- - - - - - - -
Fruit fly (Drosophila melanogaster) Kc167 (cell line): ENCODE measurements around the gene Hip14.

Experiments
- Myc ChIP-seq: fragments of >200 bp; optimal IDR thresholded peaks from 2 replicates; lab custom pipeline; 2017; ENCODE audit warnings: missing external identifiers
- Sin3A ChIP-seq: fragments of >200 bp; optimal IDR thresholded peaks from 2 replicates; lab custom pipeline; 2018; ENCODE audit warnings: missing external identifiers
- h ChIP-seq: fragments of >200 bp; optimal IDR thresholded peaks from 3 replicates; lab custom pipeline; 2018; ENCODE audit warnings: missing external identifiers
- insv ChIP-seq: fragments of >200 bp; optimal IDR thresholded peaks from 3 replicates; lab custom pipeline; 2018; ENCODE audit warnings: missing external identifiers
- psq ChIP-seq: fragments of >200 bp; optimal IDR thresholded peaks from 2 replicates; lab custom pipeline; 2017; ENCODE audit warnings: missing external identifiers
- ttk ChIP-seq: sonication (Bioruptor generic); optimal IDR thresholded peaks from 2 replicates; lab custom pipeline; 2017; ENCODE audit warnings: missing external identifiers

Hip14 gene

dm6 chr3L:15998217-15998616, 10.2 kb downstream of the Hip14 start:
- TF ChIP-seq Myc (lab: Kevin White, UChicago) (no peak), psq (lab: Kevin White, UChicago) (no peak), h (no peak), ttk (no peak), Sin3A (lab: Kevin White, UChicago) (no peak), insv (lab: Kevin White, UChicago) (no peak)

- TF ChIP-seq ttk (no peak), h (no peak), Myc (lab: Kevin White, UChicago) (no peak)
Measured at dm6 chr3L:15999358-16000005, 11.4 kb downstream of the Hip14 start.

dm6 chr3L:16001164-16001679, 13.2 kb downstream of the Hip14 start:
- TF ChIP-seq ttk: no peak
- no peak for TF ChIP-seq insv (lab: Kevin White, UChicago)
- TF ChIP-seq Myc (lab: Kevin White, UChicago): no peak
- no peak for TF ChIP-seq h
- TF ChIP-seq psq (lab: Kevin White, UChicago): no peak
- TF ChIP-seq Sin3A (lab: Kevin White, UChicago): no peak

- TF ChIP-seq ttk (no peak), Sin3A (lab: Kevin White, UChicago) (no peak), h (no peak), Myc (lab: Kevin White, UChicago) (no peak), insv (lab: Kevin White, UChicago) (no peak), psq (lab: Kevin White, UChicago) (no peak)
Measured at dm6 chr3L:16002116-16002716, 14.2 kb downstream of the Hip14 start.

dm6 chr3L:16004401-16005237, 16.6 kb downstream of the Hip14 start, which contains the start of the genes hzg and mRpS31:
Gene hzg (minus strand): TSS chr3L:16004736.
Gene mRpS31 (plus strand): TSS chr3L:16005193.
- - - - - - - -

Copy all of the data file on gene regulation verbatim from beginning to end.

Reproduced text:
Fruit fly (Drosophila melanogaster) Kc167 (cell line): ENCODE measurements around the gene Hip14.

Experiments
- Myc ChIP-seq: fragments of >200 bp; optimal IDR thresholded peaks from 2 replicates; lab custom pipeline; 2017; ENCODE audit warnings: missing external identifiers
- Sin3A ChIP-seq: fragments of >200 bp; optimal IDR thresholded peaks from 2 replicates; lab custom pipeline; 2018; ENCODE audit warnings: missing external identifiers
- h ChIP-seq: fragments of >200 bp; optimal IDR thresholded peaks from 3 replicates; lab custom pipeline; 2018; ENCODE audit warnings: missing external identifiers
- insv ChIP-seq: fragments of >200 bp; optimal IDR thresholded peaks from 3 replicates; lab custom pipeline; 2018; ENCODE audit warnings: missing external identifiers
- psq ChIP-seq: fragments of >200 bp; optimal IDR thresholded peaks from 2 replicates; lab custom pipeline; 2017; ENCODE audit warnings: missing external identifiers
- ttk ChIP-seq: sonication (Bioruptor generic); optimal IDR thresholded peaks from 2 replicates; lab custom pipeline; 2017; ENCODE audit warnings: missing external identifiers

Hip14 gene

dm6 chr3L:15998217-15998616, 10.2 kb downstream of the Hip14 start:
- TF ChIP-seq Myc (lab: Kevin White, UChicago) (no peak), psq (lab: Kevin White, UChicago) (no peak), h (no peak), ttk (no peak), Sin3A (lab: Kevin White, UChicago) (no peak), insv (lab: Kevin White, UChicago) (no peak)

- TF ChIP-seq ttk (no peak), h (no peak), Myc (lab: Kevin White, UChicago) (no peak)
Measured at dm6 chr3L:15999358-16000005, 11.4 kb downstream of the Hip14 start.

dm6 chr3L:16001164-16001679, 13.2 kb downstream of the Hip14 start:
- TF ChIP-seq ttk: no peak
- no peak for TF ChIP-seq insv (lab: Kevin White, UChicago)
- TF ChIP-seq Myc (lab: Kevin White, UChicago): no peak
- no peak for TF ChIP-seq h
- TF ChIP-seq psq (lab: Kevin White, UChicago): no peak
- TF ChIP-seq Sin3A (lab: Kevin White, UChicago): no peak

- TF ChIP-seq ttk (no peak), Sin3A (lab: Kevin White, UChicago) (no peak), h (no peak), Myc (lab: Kevin White, UChicago) (no peak), insv (lab: Kevin White, UChicago) (no peak), psq (lab: Kevin White, UChicago) (no peak)
Measured at dm6 chr3L:16002116-16002716, 14.2 kb downstream of the Hip14 start.

dm6 chr3L:16004401-16005237, 16.6 kb downstream of the Hip14 start, which contains the start of the genes hzg and mRpS31:
Gene hzg (minus strand): TSS chr3L:16004736.
Gene mRpS31 (plus strand): TSS chr3L:16005193.